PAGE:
(1) Agreed. Ever tried that with Typo3? It's quite amusing actually. - x3ro
It doesn't help that the default php.ini file in the distribution has Notices disabled. I even filed a bug about that, but it was closed. - staticsan
on production you can make a script that sends you the errors by mail. It's a nice way to be notified as soon as something goes wrong. - mnml
[+51] [2009-07-27 08:10:56] Emil H

Unsafe usage of include

You often see things like:

include("pages/" . $_GET["pg"]);

It's a mistake of incredible proportions to not check the pg variable here.

(3) This problem has caused Google to flag several of our all-ages sites due to unscrupulous spammers linking to poorly designed pages (created by outside developers, of course ;) and stuffing malicious JS code into the querystring parameters. In the worst cases, these parameters have allowed full domain path includes (not even restricted to a subdir on our servers). - shawnr
Does this still happen?? Wow - AntonioCS
(2) Ye gods, I never knew people did this. - abeger
[+48] [2009-07-27 08:01:51] Emil H

SQL-injection vulnerabilities due to incorrect usage of mysql_query()

This might be a controversial opinion, but I belive that it's a mistake to use the old family of mysql functions [1]. These are the family of functions prefixed with mysql_. There isn't really anything wrong with them as long as you use them correctly, but unfortunately I've found that most of the time they just aren't used correctly. The end result is that we have sites all over the internet vulnerable to SQL injection.

A better choice is to use an API that supports prepared statements, which solves this problem completely. MySQLi [2] is such a family of functions, and for security purposes it's fine. However, I believe that the API is a bit of a pain to use. The main basis for that opinion is the fact that you simply cannot retrieve the result of a prepared statement as an array.

The best option is to use PDO [3]. It's a modern database agnostic wrapper that supports flexible prepared statements and results in modern, safe and readable code. It's a joy to work with.

We should all stop teaching beginners the old functions and show them how to use and become comfortable with PDO from the start.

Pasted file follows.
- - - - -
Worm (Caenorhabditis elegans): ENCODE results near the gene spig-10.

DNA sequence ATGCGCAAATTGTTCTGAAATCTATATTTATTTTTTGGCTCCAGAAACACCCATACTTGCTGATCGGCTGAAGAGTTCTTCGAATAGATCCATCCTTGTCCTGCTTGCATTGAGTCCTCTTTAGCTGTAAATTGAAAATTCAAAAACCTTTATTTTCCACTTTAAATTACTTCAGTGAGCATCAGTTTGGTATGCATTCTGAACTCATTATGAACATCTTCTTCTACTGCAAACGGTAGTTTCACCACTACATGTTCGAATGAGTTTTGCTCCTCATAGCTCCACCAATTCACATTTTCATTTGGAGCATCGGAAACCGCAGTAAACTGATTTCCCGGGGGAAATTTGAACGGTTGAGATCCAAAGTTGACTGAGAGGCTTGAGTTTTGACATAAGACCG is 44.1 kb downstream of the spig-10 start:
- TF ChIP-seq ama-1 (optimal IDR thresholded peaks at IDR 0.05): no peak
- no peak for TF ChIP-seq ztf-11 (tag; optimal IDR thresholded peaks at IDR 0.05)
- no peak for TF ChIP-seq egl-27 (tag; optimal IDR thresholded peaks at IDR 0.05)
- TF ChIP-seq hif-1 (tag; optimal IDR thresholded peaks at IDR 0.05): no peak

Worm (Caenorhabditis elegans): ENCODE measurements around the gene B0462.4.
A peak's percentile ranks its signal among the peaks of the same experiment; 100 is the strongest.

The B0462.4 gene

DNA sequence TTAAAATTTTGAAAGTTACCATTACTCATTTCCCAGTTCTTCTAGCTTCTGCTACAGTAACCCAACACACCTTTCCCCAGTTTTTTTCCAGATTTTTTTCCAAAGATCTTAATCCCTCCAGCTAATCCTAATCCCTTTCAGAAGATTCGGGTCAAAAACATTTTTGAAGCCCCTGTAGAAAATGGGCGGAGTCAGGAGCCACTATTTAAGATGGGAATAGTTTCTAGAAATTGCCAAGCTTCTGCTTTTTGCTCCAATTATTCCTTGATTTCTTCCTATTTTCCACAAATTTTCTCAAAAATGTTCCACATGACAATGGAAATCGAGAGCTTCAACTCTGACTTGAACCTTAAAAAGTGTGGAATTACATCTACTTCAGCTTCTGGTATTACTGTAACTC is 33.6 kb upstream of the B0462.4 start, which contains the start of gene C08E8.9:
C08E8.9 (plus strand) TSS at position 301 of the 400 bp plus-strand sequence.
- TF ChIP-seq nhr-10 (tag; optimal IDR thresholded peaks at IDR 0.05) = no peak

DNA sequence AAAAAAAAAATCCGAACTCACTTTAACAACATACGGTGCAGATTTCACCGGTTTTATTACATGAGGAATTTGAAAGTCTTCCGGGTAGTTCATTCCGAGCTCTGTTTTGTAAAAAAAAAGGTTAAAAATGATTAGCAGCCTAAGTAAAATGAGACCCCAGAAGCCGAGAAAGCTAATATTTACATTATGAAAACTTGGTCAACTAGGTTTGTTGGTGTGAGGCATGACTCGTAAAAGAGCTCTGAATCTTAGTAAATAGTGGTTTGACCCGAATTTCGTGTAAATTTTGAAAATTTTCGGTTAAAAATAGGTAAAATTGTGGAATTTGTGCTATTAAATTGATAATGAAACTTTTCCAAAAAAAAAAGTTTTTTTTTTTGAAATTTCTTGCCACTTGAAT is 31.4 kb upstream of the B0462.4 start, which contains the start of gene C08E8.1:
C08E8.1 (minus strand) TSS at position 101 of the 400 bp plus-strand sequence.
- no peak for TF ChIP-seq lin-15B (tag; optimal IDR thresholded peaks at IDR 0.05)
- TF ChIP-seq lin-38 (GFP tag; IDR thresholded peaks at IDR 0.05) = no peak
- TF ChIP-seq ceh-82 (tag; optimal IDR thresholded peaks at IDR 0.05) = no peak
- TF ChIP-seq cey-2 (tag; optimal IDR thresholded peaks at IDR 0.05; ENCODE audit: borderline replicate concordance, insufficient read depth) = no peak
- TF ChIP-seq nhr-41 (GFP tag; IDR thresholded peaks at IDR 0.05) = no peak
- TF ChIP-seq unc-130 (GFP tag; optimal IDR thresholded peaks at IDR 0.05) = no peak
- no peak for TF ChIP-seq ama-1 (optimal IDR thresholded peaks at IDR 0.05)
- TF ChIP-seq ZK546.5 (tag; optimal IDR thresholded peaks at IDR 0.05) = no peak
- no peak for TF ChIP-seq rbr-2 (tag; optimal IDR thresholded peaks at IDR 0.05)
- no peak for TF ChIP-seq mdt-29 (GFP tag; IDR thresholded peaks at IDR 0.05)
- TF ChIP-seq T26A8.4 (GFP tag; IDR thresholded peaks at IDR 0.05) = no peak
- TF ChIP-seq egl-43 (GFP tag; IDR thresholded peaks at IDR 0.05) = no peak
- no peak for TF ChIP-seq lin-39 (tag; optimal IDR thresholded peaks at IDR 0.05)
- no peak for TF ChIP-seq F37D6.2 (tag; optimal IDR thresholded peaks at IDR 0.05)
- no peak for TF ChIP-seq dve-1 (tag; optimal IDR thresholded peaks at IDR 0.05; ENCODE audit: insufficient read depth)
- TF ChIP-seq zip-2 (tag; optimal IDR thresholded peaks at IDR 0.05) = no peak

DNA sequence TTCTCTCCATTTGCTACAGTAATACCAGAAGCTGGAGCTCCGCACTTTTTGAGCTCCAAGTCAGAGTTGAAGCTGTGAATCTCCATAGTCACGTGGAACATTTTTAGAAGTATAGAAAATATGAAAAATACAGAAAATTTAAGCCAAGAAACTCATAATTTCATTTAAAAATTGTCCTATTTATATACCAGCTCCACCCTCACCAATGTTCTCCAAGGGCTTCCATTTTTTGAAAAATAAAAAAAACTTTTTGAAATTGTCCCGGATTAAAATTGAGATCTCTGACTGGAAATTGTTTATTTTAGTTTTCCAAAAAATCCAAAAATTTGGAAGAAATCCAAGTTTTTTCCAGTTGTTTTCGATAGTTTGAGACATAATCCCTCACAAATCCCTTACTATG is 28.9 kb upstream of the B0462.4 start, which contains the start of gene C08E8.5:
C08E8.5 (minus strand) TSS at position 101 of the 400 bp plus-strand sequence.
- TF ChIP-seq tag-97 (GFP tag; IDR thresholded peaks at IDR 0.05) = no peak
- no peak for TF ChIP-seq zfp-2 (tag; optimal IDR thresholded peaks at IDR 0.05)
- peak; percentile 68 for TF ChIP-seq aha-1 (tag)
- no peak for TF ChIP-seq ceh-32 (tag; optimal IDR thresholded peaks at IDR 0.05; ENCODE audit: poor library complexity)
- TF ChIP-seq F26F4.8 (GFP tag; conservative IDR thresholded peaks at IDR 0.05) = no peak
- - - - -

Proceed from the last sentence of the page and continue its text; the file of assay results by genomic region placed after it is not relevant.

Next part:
(15) I agree: PDO is the best option for all DB interaction in PHP, and MySQLi's API is a pain. - Justin Johnson
(2) I used to like MySQLi, until I learned that its features are rather variable depending on what version of it you've got. I went from developing on a very modern environment to deploying to a system that couldn't even deal with the prepared statements I'd used. PDO! - Robert K
Someone needs to write function wrappers for pdo and sneak them into php core so we can always say "don't use mysql_ , use pdo_ instead. - Tchalvak
[+33] [2009-07-27 08:17:12] zombat

I've got a list for this one from an old blog post [1] I wrote awhile ago.

Unquoted array indexes:

//This is *WRONG* (but will work):
echo $array[my_key];
//This is correct
echo $array['my_key'];

PHP considers the unquoted index as a "bare" string, and considers it a defined constant. When it can't find a matching symbol for this constant in the symbol table however, it converts it to a real string, which is why your code will work. Quoting the index prevents PHP from having to check for the defined constant, and makes it safer in case someone defines a future constant with the same name. I've also heard that it is up to seven times faster than referencing an unquoted index for this reason.


You don't obey your own rules ;) Following your second rule, in 3. you'd have to write: echo 'Hi my name is '.$a.'. I am '.$b; - x3ro
(1) @x3ro - I broke it into a separate answer. I know what you mean though. I used double-quotes in all those strings just so everything would be equal between the comparisons except the factor under discussion. - zombat
[+24] [2009-07-27 09:49:01] Hippo

I think a very typical mistake, not even for a beginner is to have some kind of chars before the tag


Which makes the script throw an error if you want to modify the header. This is also the case if you end your PHP scripts with a php-tag and then these files get included/required. Nothing complicated, but sometimes hard to find.

Just to explicitly throw it out there, this also breaks sessions for the same reason. - Justin Johnson